Eventually, you will be able to easily get your hands on an HTC Vive without paying through your nose for import fees. That is half the battle done. However, there is definitely a new problem most Singaporeans would have to face. Do you have enough space? Just like with the Kinect (remember that?) the Vive, more so than the Oculus, is space hungry. Are we in Singapore able to cater to this space need?
What the HTC Vive needs
HTC only gives the most basic instructions about how much space is needed. Thankfully, the International Business Times in London made a guide. According to them, the ABSOLUTE minimum required is a 1.5m by 2. Most games, however, will need a 3*3 space. When setting up the Vive you are able to set how big your play area is (room scale after all), but there is still a minimum. To put that into perspective, that is just fewer than four standard double mattresses shoved together. There are bedrooms smaller than this space. Granted there are a means of making use of a smaller space with the Vive by enabling “standing only.” This means that you don’t walk around your room. You can even sit down. However, if you’re sitting down in a VR experience you are missing the whole point of the headset.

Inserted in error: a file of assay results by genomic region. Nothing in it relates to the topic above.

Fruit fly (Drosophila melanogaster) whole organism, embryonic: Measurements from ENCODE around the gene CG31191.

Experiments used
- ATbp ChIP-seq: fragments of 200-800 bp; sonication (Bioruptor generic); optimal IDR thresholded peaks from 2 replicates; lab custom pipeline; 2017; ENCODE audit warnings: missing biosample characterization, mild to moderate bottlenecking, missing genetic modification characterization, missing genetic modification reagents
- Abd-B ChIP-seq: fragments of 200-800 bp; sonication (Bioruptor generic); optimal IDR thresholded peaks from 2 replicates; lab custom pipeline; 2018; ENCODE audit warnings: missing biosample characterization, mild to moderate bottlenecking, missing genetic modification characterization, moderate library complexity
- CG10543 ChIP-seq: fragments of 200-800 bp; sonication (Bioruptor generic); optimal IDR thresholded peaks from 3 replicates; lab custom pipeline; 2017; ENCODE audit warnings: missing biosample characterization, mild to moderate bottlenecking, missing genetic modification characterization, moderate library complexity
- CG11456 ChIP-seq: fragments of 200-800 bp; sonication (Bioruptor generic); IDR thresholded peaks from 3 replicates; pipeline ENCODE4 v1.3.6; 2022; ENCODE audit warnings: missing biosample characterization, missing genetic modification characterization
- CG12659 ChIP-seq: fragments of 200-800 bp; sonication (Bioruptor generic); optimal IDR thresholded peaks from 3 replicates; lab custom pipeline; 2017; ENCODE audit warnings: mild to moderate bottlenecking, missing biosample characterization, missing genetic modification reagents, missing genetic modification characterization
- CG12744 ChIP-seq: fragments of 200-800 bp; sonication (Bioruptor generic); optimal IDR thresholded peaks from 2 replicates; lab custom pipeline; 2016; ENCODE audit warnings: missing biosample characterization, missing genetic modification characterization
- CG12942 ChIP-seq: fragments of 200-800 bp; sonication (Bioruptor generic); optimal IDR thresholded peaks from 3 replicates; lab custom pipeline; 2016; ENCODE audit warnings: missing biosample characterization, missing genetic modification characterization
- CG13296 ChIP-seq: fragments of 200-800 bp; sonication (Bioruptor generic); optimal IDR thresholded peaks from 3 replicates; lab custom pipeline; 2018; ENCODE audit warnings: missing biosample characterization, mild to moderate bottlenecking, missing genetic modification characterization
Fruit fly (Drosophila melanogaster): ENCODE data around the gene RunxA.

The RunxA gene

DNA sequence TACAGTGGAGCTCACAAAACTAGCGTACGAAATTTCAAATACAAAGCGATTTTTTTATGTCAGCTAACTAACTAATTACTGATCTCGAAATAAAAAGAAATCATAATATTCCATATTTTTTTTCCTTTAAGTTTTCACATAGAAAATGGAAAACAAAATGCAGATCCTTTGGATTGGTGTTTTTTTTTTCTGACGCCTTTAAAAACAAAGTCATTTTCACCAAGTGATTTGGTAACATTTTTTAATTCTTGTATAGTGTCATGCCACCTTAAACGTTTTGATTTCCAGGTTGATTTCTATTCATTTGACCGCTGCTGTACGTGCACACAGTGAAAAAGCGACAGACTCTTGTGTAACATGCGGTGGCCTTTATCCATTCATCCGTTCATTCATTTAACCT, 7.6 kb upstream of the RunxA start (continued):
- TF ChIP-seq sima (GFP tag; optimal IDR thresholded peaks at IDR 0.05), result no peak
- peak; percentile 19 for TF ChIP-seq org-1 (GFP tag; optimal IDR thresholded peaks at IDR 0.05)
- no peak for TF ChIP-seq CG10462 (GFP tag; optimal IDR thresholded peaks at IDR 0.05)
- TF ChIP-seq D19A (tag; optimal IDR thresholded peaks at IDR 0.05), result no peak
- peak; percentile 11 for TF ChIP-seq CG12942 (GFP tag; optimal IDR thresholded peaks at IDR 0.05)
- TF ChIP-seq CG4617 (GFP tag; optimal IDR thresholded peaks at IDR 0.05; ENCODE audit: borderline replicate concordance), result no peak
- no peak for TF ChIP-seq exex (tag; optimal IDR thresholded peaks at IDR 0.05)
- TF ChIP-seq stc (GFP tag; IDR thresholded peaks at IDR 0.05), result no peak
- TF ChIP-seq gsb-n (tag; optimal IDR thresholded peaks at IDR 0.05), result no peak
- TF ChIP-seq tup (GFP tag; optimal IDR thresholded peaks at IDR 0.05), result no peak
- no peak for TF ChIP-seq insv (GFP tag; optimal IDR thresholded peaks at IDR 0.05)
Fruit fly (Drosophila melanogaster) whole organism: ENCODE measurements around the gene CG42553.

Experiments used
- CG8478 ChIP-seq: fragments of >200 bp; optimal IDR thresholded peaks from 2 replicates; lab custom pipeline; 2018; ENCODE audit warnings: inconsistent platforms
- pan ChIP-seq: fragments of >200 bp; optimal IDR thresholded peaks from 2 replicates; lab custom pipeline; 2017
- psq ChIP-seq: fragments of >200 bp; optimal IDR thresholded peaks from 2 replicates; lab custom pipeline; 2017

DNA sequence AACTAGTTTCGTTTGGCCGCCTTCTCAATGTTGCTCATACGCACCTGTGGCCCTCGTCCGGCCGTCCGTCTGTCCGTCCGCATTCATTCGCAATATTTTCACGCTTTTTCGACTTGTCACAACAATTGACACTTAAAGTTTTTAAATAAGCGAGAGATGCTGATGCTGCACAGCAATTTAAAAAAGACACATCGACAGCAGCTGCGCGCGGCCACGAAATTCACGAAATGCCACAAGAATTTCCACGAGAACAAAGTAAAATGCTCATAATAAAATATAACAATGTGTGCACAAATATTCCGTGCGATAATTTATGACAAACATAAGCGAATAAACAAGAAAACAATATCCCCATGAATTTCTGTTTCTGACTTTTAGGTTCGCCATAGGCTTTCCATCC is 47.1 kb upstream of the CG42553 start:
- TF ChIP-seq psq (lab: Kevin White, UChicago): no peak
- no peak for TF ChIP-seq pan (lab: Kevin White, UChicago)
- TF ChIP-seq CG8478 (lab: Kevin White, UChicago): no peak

Can HDB flats handle this space?
Now, there has been some debate about whether or not HDB flats have been getting smaller in recent years. That is not really important, as apart from the really tiny 3-room flats, most living rooms are just about that size. However, there is the small issue of furniture. Ascetics aside, you are going to have a lot of stuff in your apartment. You have your couches, chairs, coffee tables, cupboards and so forth. Once you have all of that, you rarely have enough room to stretch out your wingspan, let alone play around in such a large empty space.
Of course, you could absolutely play with your space cluttered with stuff. Just get used to getting noise complaints from all the swearing after you stub your toe for the seventh time that evening. Considering so many people fail to avoid these obstacles will fully working eyes, how many would do so when they are literally in another world?
Another option would, of course, be to do away will all of your existing furniture. That way you have plenty of space for your headset, computer, and lighthouses. This is a drastic move, to say the least, but at least you can simulate having furniture in VR. Don’t expect your spouse to be as understanding, however.
Where there is a will, there is always a way. HTC even suggests moving furniture out of the way to play. This is really inconvenient of course, but absolutely manageable. However, this is just one more inconvenience to place on top of the price and the hardware requirements to run the Vive. Oculus needs less space, but its motion gaming options are far more limited. In terms of space, the PSVR takes up far less, so that might end up being the winner here.
Anyone using an HTC Vive in Singapore let us know how you managed to work around the space issue.